Eggplant Is Royalty In The Garden

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One of the most unique looking vegetables in the produce section, eggplant is a wonder of nature and is incredibly delicious in a number of dishes. The deep purple color gives it that 'royalty' look and is difficult to miss among the reds, yellows, and greens of a typical produce market. Eggplant catches our eye first, and gives us a great reason to walk over, pick it up and take it home for dinner. But what is it and what do you do with it when you get it home? Let's take a deeper look at this versatile vegetable.

What is it?

Eggplants belong to the nightshade family of vegetables. The reason they are called nightshade is because they do not fare well in direct sunlight. Some of their family members also include tomatoes, sweet peppers, and potatoes. Eggplants grow in a manner much like tomatoes, hanging from the vines of a plant that grows several feet in height and has big leaves to protect the vegetable from the sun.

There are hundreds of varieties of eggplant, and while the different varieties do range slightly in taste and texture, one can generally describe the flavor as having a pleasant deep and musty taste and spongy texture. They are available in your local market year-round, but they are at their peak between August and October. Check your farmers markets for the best and freshest eggplants if you can.


Thomas Jefferson, who used eggplant in many of his experiments, is credited with introducing eggplant to North America. Before then, the ancient ancestors of eggplant grew wild in India and were first cultivated in China in the 5th century B.C. For centuries after its introduction into Europe, eggplant was used more as a decorative garden plant than as a food.

Although it has a long and rich history, eggplant did not always top the list of favorite veggies. Before domestication and cross-pollination, eggplant was extremely bitter and had to be cooked very well to even begin to dilute the taste. The majority of eggplant we see in stores today is grown in Florida since the weather stays mild most of the year. But New Jersey, during the summer months, is also a major supplier of fresh eggplant to produce markets.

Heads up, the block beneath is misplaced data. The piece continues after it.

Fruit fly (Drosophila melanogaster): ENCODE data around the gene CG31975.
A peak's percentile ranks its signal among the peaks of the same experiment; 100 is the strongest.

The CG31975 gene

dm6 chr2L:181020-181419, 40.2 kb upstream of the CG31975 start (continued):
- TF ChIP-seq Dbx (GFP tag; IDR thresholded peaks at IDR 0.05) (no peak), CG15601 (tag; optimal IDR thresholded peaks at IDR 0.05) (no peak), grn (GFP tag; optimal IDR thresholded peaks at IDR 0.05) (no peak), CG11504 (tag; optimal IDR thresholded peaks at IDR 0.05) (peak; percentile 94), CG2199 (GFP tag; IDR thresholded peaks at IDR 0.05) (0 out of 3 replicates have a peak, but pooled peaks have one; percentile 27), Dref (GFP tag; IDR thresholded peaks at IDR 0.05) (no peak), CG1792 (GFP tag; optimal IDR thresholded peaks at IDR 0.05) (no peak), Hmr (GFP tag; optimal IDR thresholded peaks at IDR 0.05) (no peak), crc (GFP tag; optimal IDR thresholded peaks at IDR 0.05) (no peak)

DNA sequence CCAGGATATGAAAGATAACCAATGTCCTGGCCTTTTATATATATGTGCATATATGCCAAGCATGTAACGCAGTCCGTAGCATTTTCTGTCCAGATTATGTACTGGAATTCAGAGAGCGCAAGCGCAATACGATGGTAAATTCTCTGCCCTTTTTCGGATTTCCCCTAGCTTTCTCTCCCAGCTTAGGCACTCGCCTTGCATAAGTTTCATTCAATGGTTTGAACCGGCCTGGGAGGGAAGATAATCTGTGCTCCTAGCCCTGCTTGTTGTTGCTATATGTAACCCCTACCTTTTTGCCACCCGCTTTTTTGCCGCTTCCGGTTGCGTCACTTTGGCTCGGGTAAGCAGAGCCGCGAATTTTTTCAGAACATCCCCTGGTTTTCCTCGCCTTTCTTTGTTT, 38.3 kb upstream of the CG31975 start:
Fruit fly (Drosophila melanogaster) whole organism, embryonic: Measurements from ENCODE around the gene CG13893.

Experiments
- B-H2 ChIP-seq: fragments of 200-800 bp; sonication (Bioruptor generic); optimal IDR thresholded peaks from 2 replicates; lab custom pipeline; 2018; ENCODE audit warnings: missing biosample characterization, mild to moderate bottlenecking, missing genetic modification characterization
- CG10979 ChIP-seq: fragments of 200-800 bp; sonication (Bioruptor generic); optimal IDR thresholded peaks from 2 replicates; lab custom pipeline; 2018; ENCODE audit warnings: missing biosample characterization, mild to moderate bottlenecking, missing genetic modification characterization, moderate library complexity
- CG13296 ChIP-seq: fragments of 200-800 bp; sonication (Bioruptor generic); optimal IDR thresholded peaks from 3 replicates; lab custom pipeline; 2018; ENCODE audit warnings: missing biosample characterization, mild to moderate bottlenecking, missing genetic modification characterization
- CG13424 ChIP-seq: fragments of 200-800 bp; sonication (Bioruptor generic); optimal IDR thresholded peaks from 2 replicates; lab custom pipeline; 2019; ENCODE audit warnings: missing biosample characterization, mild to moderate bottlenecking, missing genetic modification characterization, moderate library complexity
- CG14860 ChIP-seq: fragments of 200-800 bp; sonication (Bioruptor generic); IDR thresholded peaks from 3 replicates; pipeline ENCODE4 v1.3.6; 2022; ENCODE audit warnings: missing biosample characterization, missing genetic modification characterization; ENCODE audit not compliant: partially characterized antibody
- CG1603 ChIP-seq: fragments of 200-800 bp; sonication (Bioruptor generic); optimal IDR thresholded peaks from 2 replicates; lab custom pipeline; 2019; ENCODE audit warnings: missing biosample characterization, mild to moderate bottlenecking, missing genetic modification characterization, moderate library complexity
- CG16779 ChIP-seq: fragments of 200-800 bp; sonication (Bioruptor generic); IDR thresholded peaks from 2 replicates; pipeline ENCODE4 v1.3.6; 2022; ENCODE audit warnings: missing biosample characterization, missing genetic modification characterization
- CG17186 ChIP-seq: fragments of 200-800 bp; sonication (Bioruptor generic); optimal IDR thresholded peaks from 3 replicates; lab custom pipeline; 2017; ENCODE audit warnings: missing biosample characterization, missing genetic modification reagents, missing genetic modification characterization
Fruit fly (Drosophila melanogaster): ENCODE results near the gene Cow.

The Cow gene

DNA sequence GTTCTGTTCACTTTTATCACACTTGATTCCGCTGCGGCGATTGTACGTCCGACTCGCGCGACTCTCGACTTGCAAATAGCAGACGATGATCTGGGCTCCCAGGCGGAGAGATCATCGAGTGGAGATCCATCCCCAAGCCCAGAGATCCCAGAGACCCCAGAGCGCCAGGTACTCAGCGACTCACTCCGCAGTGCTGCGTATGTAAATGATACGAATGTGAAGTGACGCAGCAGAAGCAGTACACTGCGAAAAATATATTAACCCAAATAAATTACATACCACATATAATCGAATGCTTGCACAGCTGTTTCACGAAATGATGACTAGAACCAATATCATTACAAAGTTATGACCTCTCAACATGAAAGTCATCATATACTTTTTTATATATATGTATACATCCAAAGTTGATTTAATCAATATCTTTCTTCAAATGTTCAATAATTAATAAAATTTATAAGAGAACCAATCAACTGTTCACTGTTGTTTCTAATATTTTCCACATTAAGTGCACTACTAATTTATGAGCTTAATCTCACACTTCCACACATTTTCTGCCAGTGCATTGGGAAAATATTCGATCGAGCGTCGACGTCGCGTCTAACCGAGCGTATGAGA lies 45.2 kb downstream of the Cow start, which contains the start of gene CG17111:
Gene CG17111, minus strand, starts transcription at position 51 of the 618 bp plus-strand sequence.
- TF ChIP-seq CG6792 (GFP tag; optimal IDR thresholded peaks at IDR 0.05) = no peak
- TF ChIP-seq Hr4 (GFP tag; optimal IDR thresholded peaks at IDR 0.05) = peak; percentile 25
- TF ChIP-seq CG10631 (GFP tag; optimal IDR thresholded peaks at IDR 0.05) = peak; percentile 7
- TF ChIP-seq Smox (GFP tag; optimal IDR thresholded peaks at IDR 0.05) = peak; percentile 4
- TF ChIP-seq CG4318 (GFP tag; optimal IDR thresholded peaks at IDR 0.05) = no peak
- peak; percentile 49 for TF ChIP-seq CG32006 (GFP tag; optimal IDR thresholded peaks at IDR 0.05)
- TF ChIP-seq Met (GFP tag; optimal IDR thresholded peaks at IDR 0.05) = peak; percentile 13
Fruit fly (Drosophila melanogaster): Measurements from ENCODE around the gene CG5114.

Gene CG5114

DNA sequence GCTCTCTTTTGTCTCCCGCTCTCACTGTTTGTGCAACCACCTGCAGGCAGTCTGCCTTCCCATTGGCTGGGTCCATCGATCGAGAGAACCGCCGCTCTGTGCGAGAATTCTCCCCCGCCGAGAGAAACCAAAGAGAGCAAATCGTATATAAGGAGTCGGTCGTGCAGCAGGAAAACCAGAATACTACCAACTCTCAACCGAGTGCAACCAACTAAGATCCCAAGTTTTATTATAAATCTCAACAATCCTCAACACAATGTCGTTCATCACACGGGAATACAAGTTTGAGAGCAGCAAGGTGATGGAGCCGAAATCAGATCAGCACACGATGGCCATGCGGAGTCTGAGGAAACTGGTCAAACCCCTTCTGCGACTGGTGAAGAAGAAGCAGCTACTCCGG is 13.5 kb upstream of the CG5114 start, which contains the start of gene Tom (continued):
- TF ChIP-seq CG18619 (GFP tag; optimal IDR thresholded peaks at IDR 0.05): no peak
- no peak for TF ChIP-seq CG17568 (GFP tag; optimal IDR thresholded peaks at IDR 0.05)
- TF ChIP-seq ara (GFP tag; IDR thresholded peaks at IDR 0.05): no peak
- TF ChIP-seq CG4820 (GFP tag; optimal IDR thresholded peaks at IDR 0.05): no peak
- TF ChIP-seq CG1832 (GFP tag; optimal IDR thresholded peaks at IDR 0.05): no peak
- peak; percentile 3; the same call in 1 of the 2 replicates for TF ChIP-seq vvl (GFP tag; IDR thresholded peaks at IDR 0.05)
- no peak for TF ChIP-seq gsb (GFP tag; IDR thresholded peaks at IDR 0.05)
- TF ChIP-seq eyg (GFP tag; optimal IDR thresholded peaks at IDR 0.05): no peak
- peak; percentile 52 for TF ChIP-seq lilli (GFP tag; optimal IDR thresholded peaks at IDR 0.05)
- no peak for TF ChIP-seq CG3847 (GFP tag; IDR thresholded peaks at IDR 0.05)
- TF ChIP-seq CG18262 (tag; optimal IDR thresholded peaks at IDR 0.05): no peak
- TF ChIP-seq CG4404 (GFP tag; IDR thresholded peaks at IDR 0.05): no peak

Health Benefits

Eggplants are extremely versatile in the kitchen and they should become an integral part of our diets. Studies have been done on eggplant to find their deep purple skin contains an anthocyanin phytonutrient called nasunin. Nasunin is a water-soluble antioxidant (which means that it breaks down easiest when in water) and free radical scavenger that has been shown to protect cell membranes from damage. This becomes especially important in brain cell membranes which are mostly made up of lipids and are responsible for protecting the cell from free radicals and letting nutrients in and wastes out.

Fun Fact

Another name for eggplant is Aubergine, which describes the rich purple color. You may also hear eggplant referred to as a fruit, which is accurate since that is its botanical classification. Even more confusing is eggplant is also botanically classified as a berry. And, if that's not strange enough, the seeds you see when you scoop out the inner pulp are edible, but you may not want to when you hear they contain nicotinoid alkaloids. Sound familiar? Eggplant is closely related to tobacco.

How to Eat

It is important to use a stainless steel knife when cutting eggplant to avoid the nasty brown look from oxidization when using a carbon steel knife. This browning or oxidization happens fast, so only cut it when you're going to prepare it. While eggplant can be eaten with the skin on or off, it is important to “sweat” the eggplant by using salt. This will draw out some of the water and, surprisingly, a lot of the bitter taste that goes with it.